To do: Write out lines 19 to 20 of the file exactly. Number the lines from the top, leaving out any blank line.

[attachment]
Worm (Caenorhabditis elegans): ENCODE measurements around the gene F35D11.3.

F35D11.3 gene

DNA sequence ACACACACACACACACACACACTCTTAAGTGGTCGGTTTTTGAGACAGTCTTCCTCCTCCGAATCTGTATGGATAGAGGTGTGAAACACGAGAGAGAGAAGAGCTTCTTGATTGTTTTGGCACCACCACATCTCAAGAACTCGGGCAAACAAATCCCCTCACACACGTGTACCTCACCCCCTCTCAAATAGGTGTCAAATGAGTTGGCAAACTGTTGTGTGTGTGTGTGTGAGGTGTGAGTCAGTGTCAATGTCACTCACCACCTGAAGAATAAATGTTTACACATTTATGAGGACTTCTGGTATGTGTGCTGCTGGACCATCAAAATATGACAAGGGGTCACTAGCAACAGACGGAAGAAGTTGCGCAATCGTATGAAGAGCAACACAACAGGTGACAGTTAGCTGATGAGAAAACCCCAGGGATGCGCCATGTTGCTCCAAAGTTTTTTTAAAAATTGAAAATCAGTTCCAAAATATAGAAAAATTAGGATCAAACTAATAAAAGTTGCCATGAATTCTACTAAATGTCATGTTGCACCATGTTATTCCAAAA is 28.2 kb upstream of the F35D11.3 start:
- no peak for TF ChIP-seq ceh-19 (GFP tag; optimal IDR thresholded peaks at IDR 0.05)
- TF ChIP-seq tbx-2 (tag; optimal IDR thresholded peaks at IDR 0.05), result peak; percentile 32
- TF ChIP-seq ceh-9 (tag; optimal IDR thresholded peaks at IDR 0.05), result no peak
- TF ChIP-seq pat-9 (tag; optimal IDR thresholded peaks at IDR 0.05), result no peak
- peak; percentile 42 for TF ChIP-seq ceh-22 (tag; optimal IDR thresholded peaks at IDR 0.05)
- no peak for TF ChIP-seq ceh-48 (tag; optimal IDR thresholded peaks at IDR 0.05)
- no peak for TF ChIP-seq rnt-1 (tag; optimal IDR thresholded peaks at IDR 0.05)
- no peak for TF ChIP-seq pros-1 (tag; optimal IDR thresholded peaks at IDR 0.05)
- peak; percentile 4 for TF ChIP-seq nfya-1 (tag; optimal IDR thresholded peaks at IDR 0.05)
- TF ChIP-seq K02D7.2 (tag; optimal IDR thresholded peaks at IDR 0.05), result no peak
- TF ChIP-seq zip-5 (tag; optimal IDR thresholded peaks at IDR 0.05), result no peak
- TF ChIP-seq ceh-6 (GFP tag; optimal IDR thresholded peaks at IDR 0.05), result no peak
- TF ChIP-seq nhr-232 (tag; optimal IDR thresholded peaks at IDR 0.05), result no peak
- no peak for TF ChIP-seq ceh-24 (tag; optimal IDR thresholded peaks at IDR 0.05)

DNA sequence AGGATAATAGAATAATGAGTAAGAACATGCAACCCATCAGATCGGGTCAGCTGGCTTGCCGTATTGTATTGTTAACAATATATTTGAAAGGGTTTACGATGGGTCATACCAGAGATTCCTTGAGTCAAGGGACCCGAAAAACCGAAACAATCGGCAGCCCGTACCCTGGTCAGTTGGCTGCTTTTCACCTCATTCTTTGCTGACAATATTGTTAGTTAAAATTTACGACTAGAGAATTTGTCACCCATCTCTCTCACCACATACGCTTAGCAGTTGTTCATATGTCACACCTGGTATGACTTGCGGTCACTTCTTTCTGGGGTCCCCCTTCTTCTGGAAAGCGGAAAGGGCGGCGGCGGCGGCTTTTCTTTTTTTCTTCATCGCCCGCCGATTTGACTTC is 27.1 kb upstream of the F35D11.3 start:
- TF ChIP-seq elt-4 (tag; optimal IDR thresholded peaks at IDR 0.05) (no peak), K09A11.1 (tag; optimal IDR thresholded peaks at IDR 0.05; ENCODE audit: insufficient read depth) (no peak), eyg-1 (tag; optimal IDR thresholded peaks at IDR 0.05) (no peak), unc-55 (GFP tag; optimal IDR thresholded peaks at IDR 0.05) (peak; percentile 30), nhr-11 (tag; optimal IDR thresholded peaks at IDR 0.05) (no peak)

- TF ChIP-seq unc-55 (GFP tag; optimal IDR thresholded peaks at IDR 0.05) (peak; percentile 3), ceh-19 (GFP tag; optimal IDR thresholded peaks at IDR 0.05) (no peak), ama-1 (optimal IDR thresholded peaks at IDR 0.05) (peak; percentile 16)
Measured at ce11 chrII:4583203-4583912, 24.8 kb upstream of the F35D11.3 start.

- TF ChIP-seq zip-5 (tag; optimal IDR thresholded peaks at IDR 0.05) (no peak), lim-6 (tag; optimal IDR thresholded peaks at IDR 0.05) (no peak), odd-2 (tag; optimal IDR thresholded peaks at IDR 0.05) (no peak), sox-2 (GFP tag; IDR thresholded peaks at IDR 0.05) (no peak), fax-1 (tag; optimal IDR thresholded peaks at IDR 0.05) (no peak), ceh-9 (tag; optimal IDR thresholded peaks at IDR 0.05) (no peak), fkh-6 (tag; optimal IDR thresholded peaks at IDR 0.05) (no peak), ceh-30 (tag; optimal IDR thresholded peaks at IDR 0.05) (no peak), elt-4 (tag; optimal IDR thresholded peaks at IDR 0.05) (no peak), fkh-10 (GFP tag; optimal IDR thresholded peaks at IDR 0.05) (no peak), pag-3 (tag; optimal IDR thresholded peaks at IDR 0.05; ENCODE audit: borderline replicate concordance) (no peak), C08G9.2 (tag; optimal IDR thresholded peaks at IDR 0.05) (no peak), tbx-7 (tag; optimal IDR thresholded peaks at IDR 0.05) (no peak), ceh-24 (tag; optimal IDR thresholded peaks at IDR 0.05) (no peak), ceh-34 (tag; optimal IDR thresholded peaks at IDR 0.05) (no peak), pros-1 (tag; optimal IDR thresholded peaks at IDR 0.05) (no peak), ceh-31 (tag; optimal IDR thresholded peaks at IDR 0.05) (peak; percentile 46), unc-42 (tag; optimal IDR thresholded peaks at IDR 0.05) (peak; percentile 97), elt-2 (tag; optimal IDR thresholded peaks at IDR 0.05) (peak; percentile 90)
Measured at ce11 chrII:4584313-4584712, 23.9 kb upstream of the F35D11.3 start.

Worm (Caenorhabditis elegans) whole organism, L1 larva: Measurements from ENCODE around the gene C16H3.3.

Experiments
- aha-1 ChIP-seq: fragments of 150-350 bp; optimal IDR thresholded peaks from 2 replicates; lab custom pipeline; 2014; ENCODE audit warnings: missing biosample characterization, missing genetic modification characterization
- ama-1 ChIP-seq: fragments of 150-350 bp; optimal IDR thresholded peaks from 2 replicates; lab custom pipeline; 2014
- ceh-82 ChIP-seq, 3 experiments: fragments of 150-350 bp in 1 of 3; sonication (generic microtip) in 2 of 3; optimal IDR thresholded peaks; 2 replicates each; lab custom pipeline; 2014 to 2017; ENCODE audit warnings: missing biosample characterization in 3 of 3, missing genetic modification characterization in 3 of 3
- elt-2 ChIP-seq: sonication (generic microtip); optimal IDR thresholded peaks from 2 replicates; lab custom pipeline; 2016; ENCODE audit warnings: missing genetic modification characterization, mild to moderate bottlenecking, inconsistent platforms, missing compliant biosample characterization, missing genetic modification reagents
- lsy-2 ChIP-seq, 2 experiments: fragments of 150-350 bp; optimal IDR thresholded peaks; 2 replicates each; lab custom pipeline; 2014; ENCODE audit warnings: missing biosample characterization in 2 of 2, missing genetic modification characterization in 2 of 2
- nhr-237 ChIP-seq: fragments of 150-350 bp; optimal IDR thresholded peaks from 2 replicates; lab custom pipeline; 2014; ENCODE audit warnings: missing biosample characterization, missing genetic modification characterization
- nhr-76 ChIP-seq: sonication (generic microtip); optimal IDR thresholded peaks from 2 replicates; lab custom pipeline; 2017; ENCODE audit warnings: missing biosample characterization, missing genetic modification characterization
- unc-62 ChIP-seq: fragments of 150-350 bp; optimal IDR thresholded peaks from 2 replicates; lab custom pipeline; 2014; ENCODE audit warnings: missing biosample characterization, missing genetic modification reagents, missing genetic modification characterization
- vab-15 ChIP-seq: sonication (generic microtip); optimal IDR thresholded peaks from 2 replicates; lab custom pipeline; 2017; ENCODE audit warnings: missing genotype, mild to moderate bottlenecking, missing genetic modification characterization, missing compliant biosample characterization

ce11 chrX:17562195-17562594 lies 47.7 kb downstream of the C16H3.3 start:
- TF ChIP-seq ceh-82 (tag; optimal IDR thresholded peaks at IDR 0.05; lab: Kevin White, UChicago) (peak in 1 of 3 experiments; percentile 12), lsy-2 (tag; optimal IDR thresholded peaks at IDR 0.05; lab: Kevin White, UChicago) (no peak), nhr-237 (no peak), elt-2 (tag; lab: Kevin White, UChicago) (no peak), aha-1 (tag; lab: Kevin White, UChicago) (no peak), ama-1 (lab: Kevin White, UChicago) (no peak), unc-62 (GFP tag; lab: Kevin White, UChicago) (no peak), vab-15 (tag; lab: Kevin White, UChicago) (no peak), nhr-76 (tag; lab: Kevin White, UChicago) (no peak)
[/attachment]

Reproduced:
- TF ChIP-seq elt-4 (tag; optimal IDR thresholded peaks at IDR 0.05) (no peak), K09A11.1 (tag; optimal IDR thresholded peaks at IDR 0.05; ENCODE audit: insufficient read depth) (no peak), eyg-1 (tag; optimal IDR thresholded peaks at IDR 0.05) (no peak), unc-55 (GFP tag; optimal IDR thresholded peaks at IDR 0.05) (peak; percentile 30), nhr-11 (tag; optimal IDR thresholded peaks at IDR 0.05) (no peak)

- TF ChIP-seq unc-55 (GFP tag; optimal IDR thresholded peaks at IDR 0.05) (peak; percentile 3), ceh-19 (GFP tag; optimal IDR thresholded peaks at IDR 0.05) (no peak), ama-1 (optimal IDR thresholded peaks at IDR 0.05) (peak; percentile 16)